Passover is on its way out and it’s never too early to wax nostalgic. Or is it?
At our seders there is always conversation that begins with, “when I was young, we used to…” At times the memory is sweet, other times it leaves a more bitter taste.
It doesn’t take much to prompt a memory.
At our table our mother can be reminded of her family seders from the objects we use—the wine decanter brought lovingly from Slovakia in 1905, our great aunt and uncle’s wine goblet now designated for Elijah. A tune links us to the past. Our family completes the seder with the melody our brother learned at Hebrew School when he was still a soprano and sang with such gusto at the model seder and all subsequent seders. And, of course, it can be food that reminds us of seders past. There are only so many variations...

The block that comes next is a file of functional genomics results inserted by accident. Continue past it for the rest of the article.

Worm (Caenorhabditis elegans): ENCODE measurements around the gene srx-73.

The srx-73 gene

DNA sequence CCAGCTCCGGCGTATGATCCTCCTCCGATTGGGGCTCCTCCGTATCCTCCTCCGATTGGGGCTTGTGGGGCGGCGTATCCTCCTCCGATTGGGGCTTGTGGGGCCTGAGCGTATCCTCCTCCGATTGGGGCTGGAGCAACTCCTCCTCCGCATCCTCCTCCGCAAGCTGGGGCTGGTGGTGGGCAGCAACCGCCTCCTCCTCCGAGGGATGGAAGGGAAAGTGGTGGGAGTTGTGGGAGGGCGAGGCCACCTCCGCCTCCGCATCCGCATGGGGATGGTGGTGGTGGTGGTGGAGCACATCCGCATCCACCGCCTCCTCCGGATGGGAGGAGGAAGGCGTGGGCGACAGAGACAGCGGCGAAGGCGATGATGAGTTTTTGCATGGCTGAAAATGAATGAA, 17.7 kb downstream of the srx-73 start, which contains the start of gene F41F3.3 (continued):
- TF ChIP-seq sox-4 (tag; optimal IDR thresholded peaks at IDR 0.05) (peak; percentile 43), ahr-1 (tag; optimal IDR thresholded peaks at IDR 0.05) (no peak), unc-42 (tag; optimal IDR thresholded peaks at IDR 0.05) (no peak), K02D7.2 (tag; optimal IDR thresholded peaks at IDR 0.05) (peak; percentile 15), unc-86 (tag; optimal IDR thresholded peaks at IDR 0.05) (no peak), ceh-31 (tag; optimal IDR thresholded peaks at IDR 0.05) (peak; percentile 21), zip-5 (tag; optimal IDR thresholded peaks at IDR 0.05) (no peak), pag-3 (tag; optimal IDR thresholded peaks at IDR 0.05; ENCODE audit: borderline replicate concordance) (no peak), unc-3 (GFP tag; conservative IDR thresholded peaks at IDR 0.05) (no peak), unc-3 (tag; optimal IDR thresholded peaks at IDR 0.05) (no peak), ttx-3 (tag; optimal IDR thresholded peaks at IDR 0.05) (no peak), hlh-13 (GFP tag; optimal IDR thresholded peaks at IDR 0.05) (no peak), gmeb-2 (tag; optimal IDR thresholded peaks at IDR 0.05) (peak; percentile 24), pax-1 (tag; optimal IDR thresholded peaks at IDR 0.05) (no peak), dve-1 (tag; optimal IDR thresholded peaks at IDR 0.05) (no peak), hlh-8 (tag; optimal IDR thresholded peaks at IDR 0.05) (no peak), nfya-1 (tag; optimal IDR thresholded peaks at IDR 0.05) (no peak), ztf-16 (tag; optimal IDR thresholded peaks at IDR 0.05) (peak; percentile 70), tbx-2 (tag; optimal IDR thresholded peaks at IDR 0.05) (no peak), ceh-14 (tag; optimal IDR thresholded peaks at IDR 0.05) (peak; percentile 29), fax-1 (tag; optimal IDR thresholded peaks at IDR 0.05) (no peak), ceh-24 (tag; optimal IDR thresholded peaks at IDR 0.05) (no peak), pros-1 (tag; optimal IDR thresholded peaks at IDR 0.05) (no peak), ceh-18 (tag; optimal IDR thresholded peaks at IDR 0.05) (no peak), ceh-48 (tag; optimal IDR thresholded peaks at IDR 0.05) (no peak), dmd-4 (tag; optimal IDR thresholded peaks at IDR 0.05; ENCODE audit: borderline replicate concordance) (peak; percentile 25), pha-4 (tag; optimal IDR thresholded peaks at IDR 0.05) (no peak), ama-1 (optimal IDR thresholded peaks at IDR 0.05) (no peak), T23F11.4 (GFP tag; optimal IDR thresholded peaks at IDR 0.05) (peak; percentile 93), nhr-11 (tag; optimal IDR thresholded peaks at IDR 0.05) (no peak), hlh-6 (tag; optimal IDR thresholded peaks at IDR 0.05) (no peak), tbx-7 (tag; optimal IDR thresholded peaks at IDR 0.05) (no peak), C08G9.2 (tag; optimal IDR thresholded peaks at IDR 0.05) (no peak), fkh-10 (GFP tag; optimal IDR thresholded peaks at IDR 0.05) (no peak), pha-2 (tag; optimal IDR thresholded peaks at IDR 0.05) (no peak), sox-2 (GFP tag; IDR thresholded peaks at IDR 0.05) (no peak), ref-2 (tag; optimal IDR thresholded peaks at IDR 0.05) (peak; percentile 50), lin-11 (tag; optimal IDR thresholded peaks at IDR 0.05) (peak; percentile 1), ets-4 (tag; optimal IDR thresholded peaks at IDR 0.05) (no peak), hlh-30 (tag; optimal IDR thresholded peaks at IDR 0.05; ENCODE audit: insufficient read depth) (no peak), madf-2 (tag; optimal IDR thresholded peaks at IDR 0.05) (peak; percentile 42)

Passover is a time when Jews gather together at a seder and read from the Haggada the narrative of our journey with the instruction that we should feel as if we personally were freed from Egypt.
This ritual serves to integrate our past to our present and one generation to another. In my day job as a psychologist, while I was preparing for this week’s consultation on EMDR (a trauma therapy), I discovered a chapter entitled “Narrative” in Dan Siegel’s Pocket Guide to Interpersonal Neurobiology that opened my eyes that the seder is an ideal ritual to heal trauma and further integrate a group.
Siegel was writing about trauma in general, not our enslavement in Egypt nor Yom haShoah (Holocaust Remembrance Day), but the connections are clear. By narrating our story and subjecting it to further interpretation, we change the nature of our memories on a neurochemical level from bits of sensory data to a fuller, more integrated story. ...